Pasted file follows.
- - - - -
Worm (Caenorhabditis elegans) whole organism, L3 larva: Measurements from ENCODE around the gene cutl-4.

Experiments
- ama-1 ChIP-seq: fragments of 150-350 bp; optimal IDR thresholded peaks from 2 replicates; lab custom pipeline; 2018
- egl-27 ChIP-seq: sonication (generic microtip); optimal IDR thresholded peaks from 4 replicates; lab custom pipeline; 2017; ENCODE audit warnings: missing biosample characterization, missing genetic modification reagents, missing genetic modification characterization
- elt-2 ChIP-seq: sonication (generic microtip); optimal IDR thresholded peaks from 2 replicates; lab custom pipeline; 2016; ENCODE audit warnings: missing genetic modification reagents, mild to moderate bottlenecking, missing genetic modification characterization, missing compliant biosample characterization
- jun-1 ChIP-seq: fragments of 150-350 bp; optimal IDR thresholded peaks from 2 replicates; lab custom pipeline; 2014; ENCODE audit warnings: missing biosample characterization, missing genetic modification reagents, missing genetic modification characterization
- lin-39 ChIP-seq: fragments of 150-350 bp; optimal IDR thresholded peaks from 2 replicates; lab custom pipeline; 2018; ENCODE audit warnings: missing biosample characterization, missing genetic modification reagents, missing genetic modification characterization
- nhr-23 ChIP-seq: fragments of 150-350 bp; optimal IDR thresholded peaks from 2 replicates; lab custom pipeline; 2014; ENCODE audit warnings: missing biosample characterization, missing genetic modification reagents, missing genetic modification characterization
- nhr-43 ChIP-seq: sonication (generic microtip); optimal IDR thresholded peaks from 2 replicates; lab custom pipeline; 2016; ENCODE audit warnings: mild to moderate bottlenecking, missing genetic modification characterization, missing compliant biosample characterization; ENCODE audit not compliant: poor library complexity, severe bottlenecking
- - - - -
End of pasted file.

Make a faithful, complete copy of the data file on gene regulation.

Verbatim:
Worm (Caenorhabditis elegans) whole organism, L3 larva: Measurements from ENCODE around the gene cutl-4.

Experiments
- ama-1 ChIP-seq: fragments of 150-350 bp; optimal IDR thresholded peaks from 2 replicates; lab custom pipeline; 2018
- egl-27 ChIP-seq: sonication (generic microtip); optimal IDR thresholded peaks from 4 replicates; lab custom pipeline; 2017; ENCODE audit warnings: missing biosample characterization, missing genetic modification reagents, missing genetic modification characterization
- elt-2 ChIP-seq: sonication (generic microtip); optimal IDR thresholded peaks from 2 replicates; lab custom pipeline; 2016; ENCODE audit warnings: missing genetic modification reagents, mild to moderate bottlenecking, missing genetic modification characterization, missing compliant biosample characterization
- jun-1 ChIP-seq: fragments of 150-350 bp; optimal IDR thresholded peaks from 2 replicates; lab custom pipeline; 2014; ENCODE audit warnings: missing biosample characterization, missing genetic modification reagents, missing genetic modification characterization
- lin-39 ChIP-seq: fragments of 150-350 bp; optimal IDR thresholded peaks from 2 replicates; lab custom pipeline; 2018; ENCODE audit warnings: missing biosample characterization, missing genetic modification reagents, missing genetic modification characterization
- nhr-23 ChIP-seq: fragments of 150-350 bp; optimal IDR thresholded peaks from 2 replicates; lab custom pipeline; 2014; ENCODE audit warnings: missing biosample characterization, missing genetic modification reagents, missing genetic modification characterization
- nhr-43 ChIP-seq: sonication (generic microtip); optimal IDR thresholded peaks from 2 replicates; lab custom pipeline; 2016; ENCODE audit warnings: mild to moderate bottlenecking, missing genetic modification characterization, missing compliant biosample characterization; ENCODE audit not compliant: poor library complexity, severe bottlenecking